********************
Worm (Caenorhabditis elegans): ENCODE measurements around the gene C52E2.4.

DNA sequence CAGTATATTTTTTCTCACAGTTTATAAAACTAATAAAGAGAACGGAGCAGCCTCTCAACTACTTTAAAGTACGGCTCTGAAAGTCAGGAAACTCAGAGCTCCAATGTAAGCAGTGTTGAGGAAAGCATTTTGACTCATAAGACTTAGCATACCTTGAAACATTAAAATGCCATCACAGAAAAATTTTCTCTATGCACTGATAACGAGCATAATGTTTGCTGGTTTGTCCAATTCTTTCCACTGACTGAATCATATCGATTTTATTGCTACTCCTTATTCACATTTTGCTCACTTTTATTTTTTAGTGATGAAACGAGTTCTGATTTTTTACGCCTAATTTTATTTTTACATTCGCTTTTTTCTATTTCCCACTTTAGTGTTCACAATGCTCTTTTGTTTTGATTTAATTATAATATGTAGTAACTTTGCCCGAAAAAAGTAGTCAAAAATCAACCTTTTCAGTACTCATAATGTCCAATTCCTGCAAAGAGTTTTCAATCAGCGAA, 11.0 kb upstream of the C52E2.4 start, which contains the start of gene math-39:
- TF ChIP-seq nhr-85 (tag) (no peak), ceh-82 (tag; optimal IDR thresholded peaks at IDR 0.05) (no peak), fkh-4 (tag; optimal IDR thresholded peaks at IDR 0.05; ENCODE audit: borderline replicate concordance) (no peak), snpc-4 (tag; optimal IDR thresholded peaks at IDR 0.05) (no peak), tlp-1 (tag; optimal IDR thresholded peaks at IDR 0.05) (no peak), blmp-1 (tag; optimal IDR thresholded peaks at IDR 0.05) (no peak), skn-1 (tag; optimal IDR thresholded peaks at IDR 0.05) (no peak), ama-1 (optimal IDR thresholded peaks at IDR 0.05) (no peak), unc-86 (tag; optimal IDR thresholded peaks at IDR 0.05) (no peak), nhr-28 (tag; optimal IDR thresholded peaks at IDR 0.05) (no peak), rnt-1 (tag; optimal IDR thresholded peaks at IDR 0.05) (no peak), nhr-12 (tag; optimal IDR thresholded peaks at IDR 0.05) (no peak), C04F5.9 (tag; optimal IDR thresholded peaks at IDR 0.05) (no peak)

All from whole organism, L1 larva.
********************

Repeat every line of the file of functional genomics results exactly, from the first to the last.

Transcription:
Worm (Caenorhabditis elegans): ENCODE measurements around the gene C52E2.4.

DNA sequence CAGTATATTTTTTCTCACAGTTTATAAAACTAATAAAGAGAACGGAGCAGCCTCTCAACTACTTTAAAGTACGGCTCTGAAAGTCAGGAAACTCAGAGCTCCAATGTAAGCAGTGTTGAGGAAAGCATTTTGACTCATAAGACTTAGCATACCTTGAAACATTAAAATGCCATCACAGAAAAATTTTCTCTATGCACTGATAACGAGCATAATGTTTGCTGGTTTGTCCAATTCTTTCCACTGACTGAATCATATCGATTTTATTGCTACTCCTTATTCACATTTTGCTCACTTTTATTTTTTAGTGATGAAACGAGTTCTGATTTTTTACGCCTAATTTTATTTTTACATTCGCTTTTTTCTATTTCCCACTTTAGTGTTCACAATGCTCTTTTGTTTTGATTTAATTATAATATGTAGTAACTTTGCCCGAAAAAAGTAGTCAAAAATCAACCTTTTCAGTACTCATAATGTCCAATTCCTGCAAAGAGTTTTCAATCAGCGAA, 11.0 kb upstream of the C52E2.4 start, which contains the start of gene math-39:
- TF ChIP-seq nhr-85 (tag) (no peak), ceh-82 (tag; optimal IDR thresholded peaks at IDR 0.05) (no peak), fkh-4 (tag; optimal IDR thresholded peaks at IDR 0.05; ENCODE audit: borderline replicate concordance) (no peak), snpc-4 (tag; optimal IDR thresholded peaks at IDR 0.05) (no peak), tlp-1 (tag; optimal IDR thresholded peaks at IDR 0.05) (no peak), blmp-1 (tag; optimal IDR thresholded peaks at IDR 0.05) (no peak), skn-1 (tag; optimal IDR thresholded peaks at IDR 0.05) (no peak), ama-1 (optimal IDR thresholded peaks at IDR 0.05) (no peak), unc-86 (tag; optimal IDR thresholded peaks at IDR 0.05) (no peak), nhr-28 (tag; optimal IDR thresholded peaks at IDR 0.05) (no peak), rnt-1 (tag; optimal IDR thresholded peaks at IDR 0.05) (no peak), nhr-12 (tag; optimal IDR thresholded peaks at IDR 0.05) (no peak), C04F5.9 (tag; optimal IDR thresholded peaks at IDR 0.05) (no peak)

All from whole organism, L1 larva.